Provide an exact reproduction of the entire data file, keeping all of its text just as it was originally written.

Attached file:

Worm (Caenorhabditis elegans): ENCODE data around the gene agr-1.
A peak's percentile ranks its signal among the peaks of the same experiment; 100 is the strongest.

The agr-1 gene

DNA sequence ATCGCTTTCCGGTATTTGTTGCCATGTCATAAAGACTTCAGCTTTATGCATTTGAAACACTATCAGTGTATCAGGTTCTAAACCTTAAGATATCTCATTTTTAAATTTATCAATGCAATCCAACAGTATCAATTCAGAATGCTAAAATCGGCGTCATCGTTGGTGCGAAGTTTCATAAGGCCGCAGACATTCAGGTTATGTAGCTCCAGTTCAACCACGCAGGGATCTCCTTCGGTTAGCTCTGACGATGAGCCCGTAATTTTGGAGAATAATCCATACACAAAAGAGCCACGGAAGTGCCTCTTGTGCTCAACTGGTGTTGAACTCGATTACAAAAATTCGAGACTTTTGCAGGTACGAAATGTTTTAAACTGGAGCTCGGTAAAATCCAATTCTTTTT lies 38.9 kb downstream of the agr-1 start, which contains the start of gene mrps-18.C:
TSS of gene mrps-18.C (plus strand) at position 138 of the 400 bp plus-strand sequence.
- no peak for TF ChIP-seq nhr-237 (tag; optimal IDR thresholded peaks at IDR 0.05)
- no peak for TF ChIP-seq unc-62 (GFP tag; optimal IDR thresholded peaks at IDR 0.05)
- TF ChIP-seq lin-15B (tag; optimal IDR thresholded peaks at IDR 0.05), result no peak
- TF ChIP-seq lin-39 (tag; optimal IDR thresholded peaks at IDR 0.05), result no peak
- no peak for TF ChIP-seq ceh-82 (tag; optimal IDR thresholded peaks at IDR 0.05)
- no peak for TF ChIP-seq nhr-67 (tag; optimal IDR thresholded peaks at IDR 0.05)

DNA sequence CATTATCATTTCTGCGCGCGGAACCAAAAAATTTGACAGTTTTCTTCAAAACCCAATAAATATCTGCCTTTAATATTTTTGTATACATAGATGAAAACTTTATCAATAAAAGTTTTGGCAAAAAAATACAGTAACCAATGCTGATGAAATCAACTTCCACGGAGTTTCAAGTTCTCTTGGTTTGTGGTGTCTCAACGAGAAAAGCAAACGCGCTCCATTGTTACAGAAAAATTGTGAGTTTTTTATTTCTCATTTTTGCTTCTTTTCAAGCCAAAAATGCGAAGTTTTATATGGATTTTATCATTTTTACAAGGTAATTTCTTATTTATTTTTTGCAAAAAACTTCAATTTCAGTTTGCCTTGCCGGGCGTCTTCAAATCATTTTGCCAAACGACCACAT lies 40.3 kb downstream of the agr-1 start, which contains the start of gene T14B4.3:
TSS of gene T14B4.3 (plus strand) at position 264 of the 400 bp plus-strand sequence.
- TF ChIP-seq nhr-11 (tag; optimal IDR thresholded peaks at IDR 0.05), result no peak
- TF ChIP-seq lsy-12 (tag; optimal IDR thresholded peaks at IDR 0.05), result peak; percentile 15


Worm (Caenorhabditis elegans): ENCODE data around the gene agr-1.
A peak's percentile ranks its signal among the peaks of the same experiment; 100 is the strongest.

The agr-1 gene

DNA sequence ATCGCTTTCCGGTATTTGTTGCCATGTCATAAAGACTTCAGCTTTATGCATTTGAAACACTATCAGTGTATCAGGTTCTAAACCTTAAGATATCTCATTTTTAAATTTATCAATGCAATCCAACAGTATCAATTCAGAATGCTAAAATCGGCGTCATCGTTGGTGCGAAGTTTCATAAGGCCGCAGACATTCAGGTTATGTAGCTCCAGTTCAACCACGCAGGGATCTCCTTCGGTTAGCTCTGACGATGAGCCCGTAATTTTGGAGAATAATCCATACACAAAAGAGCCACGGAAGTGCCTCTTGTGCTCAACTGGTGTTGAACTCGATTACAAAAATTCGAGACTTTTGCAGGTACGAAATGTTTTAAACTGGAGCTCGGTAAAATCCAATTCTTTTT lies 38.9 kb downstream of the agr-1 start, which contains the start of gene mrps-18.C:
TSS of gene mrps-18.C (plus strand) at position 138 of the 400 bp plus-strand sequence.
- no peak for TF ChIP-seq nhr-237 (tag; optimal IDR thresholded peaks at IDR 0.05)
- no peak for TF ChIP-seq unc-62 (GFP tag; optimal IDR thresholded peaks at IDR 0.05)
- TF ChIP-seq lin-15B (tag; optimal IDR thresholded peaks at IDR 0.05), result no peak
- TF ChIP-seq lin-39 (tag; optimal IDR thresholded peaks at IDR 0.05), result no peak
- no peak for TF ChIP-seq ceh-82 (tag; optimal IDR thresholded peaks at IDR 0.05)
- no peak for TF ChIP-seq nhr-67 (tag; optimal IDR thresholded peaks at IDR 0.05)

DNA sequence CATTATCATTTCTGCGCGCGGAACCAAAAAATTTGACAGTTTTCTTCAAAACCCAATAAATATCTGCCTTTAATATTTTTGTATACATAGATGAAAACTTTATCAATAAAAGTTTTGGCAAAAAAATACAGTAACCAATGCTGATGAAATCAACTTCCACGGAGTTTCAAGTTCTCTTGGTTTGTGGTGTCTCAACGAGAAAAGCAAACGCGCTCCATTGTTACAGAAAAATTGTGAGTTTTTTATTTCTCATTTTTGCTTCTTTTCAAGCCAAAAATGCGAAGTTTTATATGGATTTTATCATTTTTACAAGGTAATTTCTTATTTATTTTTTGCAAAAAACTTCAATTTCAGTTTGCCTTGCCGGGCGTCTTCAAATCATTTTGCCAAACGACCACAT lies 40.3 kb downstream of the agr-1 start, which contains the start of gene T14B4.3:
TSS of gene T14B4.3 (plus strand) at position 264 of the 400 bp plus-strand sequence.
- TF ChIP-seq nhr-11 (tag; optimal IDR thresholded peaks at IDR 0.05), result no peak
- TF ChIP-seq lsy-12 (tag; optimal IDR thresholded peaks at IDR 0.05), result peak; percentile 15